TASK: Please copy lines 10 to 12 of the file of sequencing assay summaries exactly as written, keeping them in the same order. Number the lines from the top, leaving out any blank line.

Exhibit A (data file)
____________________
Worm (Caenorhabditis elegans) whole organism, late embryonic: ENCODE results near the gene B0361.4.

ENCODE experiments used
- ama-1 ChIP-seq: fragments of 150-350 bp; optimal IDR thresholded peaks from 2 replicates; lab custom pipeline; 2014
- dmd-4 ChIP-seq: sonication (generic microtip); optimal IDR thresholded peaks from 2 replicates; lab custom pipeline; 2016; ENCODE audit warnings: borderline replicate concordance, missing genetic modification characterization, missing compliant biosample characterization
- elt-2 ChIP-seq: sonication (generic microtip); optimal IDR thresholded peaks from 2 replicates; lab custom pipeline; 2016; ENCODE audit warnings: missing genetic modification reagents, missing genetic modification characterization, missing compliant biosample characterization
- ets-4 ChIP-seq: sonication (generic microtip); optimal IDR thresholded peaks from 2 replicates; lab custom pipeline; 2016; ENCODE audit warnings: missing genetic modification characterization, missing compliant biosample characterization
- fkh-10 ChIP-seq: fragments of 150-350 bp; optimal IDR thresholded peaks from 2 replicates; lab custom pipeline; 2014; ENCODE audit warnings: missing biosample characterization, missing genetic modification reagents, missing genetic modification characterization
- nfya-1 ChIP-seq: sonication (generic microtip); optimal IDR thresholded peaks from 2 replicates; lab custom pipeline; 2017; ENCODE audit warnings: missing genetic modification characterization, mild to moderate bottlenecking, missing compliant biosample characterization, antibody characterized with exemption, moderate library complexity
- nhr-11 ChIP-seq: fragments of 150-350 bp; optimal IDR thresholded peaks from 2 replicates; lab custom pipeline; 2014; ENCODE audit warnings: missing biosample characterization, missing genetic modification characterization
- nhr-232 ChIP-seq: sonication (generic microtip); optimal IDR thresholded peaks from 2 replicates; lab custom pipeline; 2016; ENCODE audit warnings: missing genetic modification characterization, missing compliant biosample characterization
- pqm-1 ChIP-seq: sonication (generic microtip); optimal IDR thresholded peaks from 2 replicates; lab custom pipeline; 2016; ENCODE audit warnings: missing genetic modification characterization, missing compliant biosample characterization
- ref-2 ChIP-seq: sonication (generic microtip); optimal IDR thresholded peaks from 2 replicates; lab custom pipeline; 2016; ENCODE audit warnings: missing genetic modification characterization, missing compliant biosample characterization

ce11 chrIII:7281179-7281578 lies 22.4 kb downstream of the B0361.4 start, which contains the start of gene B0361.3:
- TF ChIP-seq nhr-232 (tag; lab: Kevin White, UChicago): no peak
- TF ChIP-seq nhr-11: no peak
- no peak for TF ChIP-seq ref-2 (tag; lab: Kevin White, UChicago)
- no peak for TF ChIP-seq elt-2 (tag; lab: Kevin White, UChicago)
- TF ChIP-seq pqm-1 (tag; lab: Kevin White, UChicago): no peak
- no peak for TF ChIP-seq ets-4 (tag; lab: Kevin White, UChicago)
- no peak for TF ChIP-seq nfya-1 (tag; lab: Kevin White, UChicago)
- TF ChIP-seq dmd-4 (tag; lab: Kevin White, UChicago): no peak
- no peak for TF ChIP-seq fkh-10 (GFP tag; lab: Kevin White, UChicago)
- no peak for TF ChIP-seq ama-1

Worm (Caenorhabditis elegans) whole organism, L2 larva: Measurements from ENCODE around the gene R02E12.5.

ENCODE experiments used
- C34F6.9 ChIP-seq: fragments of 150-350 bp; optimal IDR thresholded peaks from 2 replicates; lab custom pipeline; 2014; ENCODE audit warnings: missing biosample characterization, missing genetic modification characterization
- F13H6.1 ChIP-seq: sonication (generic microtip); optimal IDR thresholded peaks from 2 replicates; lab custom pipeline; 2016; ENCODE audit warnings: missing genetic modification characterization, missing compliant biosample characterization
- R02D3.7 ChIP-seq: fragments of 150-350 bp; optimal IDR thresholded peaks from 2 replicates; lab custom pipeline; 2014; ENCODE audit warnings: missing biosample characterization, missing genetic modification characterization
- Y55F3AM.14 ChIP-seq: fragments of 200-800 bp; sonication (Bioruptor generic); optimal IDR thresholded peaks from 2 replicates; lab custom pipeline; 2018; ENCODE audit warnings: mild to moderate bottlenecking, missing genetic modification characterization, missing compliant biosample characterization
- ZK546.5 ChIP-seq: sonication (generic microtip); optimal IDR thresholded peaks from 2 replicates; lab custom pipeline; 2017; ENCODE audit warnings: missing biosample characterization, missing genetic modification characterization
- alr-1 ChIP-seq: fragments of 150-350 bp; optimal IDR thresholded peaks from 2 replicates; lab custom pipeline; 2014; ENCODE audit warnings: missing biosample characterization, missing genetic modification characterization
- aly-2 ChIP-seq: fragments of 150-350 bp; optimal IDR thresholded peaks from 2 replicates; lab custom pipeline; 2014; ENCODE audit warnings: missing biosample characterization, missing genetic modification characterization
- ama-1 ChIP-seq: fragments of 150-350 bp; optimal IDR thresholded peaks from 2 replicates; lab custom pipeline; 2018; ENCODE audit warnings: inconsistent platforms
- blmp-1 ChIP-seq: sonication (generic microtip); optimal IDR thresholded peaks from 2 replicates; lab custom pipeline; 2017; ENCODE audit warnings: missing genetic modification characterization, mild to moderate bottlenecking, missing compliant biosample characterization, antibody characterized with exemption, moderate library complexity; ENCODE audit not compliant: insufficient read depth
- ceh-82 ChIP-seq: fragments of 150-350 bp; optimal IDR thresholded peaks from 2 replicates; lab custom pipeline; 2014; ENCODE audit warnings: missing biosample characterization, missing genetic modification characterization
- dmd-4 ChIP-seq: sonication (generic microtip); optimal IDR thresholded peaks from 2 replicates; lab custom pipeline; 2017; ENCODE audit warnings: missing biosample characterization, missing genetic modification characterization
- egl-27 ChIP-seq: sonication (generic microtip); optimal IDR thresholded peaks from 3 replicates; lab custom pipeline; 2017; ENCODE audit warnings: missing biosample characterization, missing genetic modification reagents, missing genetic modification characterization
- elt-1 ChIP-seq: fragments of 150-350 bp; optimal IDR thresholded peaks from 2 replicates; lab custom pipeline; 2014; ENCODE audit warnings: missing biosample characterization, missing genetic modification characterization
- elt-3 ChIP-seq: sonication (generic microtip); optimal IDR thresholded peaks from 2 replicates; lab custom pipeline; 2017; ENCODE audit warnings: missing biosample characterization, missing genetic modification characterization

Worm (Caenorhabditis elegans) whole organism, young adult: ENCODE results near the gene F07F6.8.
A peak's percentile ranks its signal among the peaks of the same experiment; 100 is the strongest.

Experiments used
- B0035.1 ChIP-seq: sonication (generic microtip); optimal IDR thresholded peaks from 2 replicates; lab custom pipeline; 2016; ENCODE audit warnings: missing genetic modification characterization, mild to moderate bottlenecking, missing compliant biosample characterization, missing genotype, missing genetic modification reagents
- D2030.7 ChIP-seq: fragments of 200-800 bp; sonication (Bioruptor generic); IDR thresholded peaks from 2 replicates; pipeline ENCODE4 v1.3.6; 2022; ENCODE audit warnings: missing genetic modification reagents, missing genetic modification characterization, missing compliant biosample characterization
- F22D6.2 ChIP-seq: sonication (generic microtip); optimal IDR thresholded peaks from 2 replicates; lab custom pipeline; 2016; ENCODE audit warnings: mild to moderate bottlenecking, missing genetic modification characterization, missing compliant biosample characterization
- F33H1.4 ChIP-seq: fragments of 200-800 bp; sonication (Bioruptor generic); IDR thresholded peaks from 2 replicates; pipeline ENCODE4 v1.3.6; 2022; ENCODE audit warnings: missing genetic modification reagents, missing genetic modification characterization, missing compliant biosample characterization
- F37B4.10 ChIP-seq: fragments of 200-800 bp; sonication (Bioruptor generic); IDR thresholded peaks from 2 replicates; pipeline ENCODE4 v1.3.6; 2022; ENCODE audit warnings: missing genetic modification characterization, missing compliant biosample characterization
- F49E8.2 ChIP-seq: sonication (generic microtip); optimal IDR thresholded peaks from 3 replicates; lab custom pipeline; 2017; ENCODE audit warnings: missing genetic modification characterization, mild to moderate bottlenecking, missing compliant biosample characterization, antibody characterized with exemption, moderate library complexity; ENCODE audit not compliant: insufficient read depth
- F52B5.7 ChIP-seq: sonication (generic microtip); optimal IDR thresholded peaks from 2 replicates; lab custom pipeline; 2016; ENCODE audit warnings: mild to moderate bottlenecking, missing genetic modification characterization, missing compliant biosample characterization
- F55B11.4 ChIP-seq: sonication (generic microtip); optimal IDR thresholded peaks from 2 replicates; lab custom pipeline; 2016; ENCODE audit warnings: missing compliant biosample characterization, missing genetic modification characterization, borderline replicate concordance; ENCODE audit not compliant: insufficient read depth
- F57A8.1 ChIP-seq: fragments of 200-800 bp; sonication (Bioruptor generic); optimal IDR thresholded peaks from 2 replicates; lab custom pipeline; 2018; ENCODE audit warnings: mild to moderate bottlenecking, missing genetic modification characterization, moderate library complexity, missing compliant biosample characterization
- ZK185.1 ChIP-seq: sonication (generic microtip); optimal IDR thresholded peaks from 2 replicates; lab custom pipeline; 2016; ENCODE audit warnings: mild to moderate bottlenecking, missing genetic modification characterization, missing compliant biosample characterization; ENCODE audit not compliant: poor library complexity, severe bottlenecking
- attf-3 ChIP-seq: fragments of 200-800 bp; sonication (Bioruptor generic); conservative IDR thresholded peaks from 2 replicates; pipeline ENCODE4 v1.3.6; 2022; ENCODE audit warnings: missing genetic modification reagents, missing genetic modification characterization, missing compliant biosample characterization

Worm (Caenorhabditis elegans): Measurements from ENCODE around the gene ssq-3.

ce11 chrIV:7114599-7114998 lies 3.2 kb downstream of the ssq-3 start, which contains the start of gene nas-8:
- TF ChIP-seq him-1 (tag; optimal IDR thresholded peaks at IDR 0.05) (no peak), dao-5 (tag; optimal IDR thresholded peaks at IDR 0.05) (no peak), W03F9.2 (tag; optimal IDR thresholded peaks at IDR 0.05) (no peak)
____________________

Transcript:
- nhr-232 ChIP-seq: sonication (generic microtip); optimal IDR thresholded peaks from 2 replicates; lab custom pipeline; 2016; ENCODE audit warnings: missing genetic modification characterization, missing compliant biosample characterization
- pqm-1 ChIP-seq: sonication (generic microtip); optimal IDR thresholded peaks from 2 replicates; lab custom pipeline; 2016; ENCODE audit warnings: missing genetic modification characterization, missing compliant biosample characterization
- ref-2 ChIP-seq: sonication (generic microtip); optimal IDR thresholded peaks from 2 replicates; lab custom pipeline; 2016; ENCODE audit warnings: missing genetic modification characterization, missing compliant biosample characterization